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Gillian Lynne choreographing at the Fonteyn Nureyev Young Dancers Competition in 2006
Gillian Lynne coaching at the Fonteyn Nureyev Young Dancers Competition in 2006

I could have picked any number of examples, but this is one that I remember most from the times I’ve worked with Gillian Lynne because it’s so darn simple. Somebody in the studio was attempting to describe the way two steps in the solo that Gillian had created needed to run smoothly together.  It was a perfectly rational and articulate description of what needed to happen and why and how and so on.

But in the middle of it, Gillian just offered the single word  ‘elision’ without appearing to even think about it, and in a second, there was no point in continuing the explanation, because ‘elision’ was exactly what it was.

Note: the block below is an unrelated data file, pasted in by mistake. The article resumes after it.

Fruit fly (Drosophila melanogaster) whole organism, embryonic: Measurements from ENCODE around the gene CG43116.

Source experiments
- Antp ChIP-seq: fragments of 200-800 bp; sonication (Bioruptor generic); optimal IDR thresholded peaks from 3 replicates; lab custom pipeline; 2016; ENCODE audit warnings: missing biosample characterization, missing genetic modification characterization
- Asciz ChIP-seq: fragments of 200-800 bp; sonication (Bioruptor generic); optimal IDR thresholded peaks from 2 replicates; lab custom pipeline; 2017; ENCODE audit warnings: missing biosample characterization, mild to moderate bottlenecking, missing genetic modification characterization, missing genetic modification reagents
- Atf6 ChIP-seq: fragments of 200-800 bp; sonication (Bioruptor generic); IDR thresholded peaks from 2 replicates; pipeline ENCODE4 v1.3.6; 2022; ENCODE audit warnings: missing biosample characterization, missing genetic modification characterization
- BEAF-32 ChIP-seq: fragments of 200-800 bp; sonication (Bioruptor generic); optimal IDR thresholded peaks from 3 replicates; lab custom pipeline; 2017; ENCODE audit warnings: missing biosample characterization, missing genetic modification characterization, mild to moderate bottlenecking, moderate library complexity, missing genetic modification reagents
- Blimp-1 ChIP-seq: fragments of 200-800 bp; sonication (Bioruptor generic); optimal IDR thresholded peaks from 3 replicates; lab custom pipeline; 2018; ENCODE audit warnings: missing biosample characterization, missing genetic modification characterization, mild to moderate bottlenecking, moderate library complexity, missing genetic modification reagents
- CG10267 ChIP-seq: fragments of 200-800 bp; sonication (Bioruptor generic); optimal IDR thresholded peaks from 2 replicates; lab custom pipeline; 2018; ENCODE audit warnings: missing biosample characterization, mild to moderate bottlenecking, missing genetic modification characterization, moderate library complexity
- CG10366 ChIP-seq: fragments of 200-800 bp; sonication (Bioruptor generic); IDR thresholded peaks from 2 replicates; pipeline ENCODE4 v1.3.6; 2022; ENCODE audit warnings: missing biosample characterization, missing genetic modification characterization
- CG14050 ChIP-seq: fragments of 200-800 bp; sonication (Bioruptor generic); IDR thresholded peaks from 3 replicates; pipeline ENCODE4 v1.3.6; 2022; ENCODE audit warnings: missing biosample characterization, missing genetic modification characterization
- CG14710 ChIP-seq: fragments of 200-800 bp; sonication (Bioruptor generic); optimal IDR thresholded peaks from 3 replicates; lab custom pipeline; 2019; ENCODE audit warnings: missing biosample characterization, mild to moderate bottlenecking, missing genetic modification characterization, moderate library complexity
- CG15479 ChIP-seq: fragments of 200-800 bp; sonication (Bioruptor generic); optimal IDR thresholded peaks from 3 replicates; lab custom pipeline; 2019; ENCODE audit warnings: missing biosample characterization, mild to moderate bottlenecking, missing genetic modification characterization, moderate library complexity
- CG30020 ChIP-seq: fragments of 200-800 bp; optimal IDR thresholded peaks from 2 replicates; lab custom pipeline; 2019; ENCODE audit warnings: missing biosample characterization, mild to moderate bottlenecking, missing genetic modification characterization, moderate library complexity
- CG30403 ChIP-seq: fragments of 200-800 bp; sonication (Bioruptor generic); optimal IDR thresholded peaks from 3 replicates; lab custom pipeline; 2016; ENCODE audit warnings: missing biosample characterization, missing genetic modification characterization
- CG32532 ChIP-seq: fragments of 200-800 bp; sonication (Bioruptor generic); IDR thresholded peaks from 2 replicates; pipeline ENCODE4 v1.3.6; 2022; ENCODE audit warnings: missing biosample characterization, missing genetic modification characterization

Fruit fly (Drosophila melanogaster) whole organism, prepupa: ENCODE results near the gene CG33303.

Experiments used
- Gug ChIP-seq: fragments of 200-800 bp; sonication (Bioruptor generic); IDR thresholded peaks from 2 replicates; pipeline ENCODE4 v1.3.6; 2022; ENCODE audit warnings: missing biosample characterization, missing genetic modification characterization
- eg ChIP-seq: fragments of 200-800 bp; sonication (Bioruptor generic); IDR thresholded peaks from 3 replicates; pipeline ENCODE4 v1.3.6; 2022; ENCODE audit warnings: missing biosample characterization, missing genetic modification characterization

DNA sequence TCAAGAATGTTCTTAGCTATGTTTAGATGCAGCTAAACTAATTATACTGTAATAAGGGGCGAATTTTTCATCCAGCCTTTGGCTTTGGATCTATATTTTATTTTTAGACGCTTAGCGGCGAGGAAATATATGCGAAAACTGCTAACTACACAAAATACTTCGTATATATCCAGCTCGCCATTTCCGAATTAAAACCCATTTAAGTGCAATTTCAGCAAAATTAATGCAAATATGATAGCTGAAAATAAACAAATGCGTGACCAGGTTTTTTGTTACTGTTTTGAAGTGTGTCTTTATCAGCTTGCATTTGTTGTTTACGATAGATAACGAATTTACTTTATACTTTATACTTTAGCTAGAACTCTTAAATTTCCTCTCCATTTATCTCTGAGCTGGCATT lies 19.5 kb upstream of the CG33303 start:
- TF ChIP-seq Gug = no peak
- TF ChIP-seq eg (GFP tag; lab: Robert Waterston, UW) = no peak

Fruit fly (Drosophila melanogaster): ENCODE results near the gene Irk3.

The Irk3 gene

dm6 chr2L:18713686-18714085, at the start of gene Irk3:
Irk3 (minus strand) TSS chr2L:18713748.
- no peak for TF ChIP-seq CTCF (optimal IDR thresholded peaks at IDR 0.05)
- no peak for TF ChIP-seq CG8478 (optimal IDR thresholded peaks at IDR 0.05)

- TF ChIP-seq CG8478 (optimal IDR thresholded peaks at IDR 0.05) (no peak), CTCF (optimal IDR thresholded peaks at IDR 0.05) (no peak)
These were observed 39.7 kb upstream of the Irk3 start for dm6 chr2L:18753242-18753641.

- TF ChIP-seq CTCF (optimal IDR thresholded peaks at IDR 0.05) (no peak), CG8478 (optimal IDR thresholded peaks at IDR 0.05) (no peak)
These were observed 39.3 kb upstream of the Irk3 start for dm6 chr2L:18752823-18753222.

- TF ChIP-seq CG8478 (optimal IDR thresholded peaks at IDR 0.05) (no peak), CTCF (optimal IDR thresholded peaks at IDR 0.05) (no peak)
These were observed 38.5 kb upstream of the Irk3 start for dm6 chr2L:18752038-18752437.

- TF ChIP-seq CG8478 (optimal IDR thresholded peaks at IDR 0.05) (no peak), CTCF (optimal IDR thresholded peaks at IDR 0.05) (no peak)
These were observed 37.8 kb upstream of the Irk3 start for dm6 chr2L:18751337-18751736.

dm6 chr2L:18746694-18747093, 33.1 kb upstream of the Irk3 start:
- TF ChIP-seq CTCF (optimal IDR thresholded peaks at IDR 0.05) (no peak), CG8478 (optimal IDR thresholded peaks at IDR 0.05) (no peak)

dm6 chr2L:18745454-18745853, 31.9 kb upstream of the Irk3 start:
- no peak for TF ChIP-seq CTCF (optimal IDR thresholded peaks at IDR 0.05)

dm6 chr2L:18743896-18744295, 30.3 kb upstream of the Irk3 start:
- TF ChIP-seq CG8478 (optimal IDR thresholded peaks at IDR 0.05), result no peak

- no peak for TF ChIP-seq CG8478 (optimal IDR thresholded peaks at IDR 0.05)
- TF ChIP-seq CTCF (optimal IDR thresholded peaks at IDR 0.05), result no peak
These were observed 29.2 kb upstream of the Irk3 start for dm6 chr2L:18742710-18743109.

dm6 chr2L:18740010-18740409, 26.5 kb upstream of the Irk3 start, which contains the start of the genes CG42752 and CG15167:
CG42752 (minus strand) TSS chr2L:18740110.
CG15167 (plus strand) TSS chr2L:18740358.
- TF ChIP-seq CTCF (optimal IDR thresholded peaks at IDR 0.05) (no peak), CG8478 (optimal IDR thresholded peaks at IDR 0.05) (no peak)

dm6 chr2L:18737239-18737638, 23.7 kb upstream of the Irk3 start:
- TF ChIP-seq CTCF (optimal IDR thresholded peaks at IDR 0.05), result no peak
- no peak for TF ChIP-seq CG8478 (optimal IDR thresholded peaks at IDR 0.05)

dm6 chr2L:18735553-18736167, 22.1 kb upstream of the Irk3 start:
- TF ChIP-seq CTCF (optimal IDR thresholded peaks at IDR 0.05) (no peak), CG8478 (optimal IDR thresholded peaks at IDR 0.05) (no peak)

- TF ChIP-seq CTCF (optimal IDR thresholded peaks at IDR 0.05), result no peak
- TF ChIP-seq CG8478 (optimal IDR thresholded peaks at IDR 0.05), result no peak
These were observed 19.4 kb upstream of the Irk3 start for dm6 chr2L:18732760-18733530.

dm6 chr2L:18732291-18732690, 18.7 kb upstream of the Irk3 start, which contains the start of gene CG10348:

I don’t think I’d heard or used the word ‘elision’ since my French O level classes. Once you know that you have to do it, you don’t need to know what it’s called. Out of sight, out of mind. So it amazed me that this relatively obscure, specialized word should have dropped so immediately into her mind quicker than someone else could explain the concept.

And then a few months ago, I found a transcript of a speech by Sir Ken Robinson detailing an interview he’d had with Gillian Lynne about how she started dancing. She describes her first experience of being at a dance school as a liberation, because she was with other people “who had to move to think”. Of course. It’s a wonderful concept (as wonderful as ‘elision’ in reference to movement)  and I heartily recommend reading the whole story, which is  available online in this pdf – the relevant bit is on pages 35-37, or just search for ‘Gillian Lynne’.

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Jonathan Still, ballet pianist